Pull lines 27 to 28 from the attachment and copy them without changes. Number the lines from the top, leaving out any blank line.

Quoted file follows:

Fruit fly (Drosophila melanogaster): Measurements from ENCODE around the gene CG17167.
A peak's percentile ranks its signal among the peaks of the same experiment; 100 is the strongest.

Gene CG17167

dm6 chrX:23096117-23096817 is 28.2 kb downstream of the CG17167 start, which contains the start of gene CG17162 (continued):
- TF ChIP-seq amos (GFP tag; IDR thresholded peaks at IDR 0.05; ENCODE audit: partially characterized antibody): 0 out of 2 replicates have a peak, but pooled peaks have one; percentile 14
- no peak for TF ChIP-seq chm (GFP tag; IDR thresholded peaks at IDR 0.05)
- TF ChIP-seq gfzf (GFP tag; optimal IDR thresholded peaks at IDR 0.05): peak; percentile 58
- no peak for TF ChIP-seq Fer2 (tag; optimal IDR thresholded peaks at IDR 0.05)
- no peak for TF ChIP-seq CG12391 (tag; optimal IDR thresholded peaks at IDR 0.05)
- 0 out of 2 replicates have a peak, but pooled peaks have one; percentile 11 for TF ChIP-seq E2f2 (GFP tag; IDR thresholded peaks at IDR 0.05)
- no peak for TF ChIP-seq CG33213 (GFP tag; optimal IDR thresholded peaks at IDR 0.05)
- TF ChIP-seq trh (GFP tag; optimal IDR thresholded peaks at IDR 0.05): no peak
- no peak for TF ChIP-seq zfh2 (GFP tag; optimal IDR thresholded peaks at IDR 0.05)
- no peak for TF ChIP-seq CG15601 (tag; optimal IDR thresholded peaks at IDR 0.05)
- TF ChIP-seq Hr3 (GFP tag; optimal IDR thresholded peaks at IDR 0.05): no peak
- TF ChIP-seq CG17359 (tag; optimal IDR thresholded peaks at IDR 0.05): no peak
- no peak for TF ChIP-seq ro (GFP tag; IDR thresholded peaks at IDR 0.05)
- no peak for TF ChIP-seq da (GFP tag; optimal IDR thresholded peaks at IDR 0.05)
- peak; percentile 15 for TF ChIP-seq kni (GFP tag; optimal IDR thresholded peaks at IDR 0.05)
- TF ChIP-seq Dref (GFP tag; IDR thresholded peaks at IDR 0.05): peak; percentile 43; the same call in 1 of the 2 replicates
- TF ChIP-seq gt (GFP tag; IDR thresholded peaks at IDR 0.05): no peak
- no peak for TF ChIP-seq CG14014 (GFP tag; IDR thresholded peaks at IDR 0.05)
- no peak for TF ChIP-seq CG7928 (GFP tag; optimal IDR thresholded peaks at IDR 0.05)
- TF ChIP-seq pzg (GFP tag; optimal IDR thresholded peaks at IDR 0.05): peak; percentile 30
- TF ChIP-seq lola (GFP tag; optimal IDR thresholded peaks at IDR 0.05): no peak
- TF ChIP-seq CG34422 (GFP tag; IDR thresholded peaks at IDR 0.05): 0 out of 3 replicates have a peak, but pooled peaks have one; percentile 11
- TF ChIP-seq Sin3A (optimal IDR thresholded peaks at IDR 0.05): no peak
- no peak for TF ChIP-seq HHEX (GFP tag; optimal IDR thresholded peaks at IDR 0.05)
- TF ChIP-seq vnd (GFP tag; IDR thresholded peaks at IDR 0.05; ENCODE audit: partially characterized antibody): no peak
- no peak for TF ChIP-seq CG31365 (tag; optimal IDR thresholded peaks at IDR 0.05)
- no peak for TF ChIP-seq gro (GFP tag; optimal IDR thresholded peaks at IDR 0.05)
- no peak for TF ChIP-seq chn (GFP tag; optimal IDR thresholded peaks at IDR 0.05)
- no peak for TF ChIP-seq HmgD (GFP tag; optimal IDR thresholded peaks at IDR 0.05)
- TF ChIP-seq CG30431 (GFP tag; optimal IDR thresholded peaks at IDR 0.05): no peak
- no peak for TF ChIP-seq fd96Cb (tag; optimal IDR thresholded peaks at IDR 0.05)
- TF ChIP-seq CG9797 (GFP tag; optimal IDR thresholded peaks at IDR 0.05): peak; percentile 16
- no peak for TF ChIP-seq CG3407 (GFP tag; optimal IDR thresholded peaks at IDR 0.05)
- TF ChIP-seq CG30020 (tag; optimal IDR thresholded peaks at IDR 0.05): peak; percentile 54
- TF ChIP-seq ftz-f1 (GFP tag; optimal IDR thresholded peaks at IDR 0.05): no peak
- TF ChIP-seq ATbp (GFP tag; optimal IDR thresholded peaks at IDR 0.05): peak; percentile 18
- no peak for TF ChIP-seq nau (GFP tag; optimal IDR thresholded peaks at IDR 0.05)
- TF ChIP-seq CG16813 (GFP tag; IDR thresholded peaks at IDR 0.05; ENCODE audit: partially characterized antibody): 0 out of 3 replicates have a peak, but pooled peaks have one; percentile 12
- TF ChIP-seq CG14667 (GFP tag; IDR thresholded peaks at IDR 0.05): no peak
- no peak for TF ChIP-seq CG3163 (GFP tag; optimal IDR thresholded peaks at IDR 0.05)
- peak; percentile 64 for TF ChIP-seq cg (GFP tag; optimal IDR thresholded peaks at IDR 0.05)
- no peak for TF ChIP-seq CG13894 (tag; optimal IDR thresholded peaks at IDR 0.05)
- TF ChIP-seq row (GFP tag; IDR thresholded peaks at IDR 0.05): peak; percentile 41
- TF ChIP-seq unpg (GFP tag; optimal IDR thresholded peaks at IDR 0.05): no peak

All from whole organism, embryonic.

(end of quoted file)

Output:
- TF ChIP-seq Sin3A (optimal IDR thresholded peaks at IDR 0.05): no peak
- no peak for TF ChIP-seq HHEX (GFP tag; optimal IDR thresholded peaks at IDR 0.05)